Finally I am sneaking in time to enter a blog post! For the past couple of months I have been occupied with work and found myself feeling detached to everything else. Sure, I managed to make it to special guild meetings (courtesy of Guido Stein and the Common Cod Fiber Guild), knitting SNBs/circles, and conferences (Stitches East with the awesome Ravelry Helpers). However there are little bombs inside my head that want to explode. I am wrestling with them during my daily drive, and sometimes hourly at home.
Every year I make resolutions and then immediately break them. They all fall in the same line: weight loss, driving more at work, turning WIPs into FOs, fixing up the house, volunteering more charity work, saving money, and then blogging about it all. Last year of 2008 was full of surprises — both good and bad. I hope to make 2009 a bouquet of sweetness whenever possible. Doing so may involve in closing off harmful relationships (all are muggle ones) to my psyche. If these old ties were true friends, they would understand. For now I shall sharpen my skates and sprint across my icy network as fast as I can. I may even bunny dance during my run!
In the knitting realms, Ravelry has definitely kept my attention — and the attention of over two hundred fifty thousand (250,000) members. Though the membership seems small, Ravelry made its debut to a very select handful on April 11th, 2007 and has skyrocketed membership like a “hockey stick” in a graph. The niche of “internet crafting” is amazing to behold, and Ravelry caters worldwide primarily to knitters and crocheters who are also spinners, sewers, weavers, and jewelers. The site can be very overwhelming to those not familiar with forums, but the information and social networking aspect can be harnessed into powerful business connections.
- A few examples are presented in the following:
1. All members are given a Notebook to track their projects, yarn stash, needles/hooks, library, friends, and other items. The organizational aspect helps leash each member’s tigers of piles.
2. Local yarn shop owners on Ravelry have found that when customers come into their shop and are fuzzy on pattern material details (“I think the pattern’s name is ‘Wavy Wimple’ but I am not sure.”), the LYSO can go online and look up the pattern and suggest the yarn and tools necessary to make it.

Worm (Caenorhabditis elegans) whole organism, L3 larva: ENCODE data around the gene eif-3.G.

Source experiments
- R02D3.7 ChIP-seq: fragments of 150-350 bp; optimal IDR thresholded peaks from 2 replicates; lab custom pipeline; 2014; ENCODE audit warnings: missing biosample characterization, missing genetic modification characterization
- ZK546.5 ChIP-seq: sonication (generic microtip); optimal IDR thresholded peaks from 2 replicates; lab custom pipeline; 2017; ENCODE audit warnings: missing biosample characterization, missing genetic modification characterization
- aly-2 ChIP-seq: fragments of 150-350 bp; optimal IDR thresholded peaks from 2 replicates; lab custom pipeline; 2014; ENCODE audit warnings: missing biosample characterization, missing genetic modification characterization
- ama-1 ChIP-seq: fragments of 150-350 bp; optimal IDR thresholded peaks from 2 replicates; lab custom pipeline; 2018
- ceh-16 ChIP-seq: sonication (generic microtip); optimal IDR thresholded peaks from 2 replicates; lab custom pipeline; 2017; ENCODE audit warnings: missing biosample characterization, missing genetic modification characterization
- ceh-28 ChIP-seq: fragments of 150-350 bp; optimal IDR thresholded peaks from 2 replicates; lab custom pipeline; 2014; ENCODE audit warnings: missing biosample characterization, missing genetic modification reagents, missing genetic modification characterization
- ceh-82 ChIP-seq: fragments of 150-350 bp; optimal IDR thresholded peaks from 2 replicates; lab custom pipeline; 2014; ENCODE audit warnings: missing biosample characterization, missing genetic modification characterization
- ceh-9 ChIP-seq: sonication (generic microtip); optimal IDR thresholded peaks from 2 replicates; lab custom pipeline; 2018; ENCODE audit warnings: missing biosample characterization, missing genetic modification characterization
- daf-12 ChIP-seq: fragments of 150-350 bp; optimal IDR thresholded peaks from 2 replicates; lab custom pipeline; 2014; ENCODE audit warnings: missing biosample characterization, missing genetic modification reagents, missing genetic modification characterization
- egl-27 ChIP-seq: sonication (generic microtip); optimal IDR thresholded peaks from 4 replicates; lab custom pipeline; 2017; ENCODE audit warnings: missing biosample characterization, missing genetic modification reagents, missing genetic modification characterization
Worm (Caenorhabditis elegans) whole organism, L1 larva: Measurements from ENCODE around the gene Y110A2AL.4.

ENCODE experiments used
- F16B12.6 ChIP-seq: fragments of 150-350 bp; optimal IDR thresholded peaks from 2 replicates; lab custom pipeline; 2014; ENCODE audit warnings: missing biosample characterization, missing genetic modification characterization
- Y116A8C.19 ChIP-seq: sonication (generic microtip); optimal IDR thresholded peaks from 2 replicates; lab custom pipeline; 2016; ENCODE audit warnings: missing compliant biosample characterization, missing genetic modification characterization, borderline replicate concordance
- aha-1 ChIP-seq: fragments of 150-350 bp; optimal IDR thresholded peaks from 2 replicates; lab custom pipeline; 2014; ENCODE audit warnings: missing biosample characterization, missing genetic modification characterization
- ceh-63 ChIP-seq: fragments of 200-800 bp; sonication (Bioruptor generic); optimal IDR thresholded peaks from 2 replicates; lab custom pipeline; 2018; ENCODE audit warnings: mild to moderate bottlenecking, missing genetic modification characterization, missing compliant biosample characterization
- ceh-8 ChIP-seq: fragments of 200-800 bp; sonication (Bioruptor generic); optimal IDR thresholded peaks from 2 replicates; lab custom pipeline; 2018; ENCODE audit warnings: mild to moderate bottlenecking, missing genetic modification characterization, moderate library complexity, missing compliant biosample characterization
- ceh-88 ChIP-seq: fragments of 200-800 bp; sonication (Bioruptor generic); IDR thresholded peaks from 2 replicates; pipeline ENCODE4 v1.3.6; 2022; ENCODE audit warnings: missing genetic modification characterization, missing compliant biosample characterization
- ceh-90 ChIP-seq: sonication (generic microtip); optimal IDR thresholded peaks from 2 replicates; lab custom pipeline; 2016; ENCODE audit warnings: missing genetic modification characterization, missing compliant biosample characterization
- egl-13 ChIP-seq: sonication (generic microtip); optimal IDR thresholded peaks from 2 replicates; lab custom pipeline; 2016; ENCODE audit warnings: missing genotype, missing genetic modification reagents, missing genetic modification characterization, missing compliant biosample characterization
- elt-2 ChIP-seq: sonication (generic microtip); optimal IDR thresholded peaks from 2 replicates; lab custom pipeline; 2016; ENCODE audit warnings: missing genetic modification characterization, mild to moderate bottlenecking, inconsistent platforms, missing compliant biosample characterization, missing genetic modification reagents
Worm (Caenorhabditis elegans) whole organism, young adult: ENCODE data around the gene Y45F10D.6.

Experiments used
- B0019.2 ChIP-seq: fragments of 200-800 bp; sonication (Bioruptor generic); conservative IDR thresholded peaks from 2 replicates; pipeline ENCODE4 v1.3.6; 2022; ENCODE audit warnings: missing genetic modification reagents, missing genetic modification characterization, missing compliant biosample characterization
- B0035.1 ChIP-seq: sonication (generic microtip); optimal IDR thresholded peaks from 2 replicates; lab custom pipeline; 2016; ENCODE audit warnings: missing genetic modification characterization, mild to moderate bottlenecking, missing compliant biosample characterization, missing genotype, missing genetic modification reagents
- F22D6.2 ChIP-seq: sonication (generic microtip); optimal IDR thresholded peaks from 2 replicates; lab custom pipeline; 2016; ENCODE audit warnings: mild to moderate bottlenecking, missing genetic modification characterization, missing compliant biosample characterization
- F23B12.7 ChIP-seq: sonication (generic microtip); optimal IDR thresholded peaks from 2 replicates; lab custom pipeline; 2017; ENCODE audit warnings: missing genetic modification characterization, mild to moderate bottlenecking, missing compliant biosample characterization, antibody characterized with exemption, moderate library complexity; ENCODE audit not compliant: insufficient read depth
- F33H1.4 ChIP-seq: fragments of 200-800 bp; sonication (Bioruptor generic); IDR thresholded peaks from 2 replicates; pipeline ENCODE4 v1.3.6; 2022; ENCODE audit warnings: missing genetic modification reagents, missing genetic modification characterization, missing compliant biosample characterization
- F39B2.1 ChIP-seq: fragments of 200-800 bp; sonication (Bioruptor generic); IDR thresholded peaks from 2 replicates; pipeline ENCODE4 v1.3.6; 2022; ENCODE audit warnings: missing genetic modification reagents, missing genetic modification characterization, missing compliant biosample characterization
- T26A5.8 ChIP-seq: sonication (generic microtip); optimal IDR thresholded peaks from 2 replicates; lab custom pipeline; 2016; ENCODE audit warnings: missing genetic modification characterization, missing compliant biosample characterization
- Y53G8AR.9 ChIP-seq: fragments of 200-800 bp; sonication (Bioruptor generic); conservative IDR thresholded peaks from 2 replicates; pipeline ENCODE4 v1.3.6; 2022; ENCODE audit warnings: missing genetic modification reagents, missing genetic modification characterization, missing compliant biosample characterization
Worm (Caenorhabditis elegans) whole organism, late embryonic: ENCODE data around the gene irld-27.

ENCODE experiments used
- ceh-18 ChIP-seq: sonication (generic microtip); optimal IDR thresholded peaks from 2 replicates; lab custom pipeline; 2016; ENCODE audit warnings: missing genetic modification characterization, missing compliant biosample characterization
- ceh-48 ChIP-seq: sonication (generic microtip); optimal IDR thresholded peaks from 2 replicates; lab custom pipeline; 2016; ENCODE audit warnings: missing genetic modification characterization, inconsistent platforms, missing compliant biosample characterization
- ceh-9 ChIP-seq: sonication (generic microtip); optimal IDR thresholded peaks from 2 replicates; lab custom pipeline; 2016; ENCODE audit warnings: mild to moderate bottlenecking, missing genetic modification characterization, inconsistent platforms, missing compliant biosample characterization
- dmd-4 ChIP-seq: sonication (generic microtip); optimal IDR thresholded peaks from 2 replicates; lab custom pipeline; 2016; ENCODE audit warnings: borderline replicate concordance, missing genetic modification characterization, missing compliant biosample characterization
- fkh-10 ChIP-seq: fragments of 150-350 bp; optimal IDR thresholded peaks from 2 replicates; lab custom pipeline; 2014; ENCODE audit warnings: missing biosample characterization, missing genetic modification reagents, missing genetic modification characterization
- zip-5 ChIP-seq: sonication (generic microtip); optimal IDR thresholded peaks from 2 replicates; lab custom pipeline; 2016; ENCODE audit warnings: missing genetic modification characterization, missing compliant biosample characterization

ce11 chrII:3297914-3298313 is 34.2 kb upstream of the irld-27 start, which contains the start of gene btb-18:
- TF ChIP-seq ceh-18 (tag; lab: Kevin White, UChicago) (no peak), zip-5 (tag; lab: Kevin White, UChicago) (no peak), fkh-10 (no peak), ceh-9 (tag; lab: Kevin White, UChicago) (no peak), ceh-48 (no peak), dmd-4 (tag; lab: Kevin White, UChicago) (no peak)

3. For events like Rhinebeck S&W, TNNA, and Maryland S&W, vast information including what vendors to check out, which hotels to stay/avoid, where to find the best eateries, and when the meet ups occur were communicated in specific forums.
4. Designers have the ability to create their own shop in which members can browse their patterns and decide to buy/download after seeing how other folks did in following them. There are future works that will allow Dyers and Spinners the same ability.
5. Specific guilds, groups, and shops can communicate with their friends, members, and/or customers. Kate, the president of Massachusetts MetroWest Knitting Guild’s group posts messages about upcoming meetings and sponsored events. The “Cuppa Tea?” group brings folks from all over the world to profess their love of tea types and where to find them. The “Ocean State Crafters” group discusses items like where to shop or local events. Gina’s Mosaic Yarn Shop Maniacs host various knit-alongs, list classes, and updates on their fellow members.
These lines of communication have networked folks around the world together. Digesting all of this information is a constant work of art, but I love it. Adventurous stories to come soon — I promise!! Meanwhile, please note the other social webs that I live and feel free to include me. Now, I leave you some of Richie’s chocolate cake with white vanilla “almost buttercream” frosting… Bunny hugs! =:8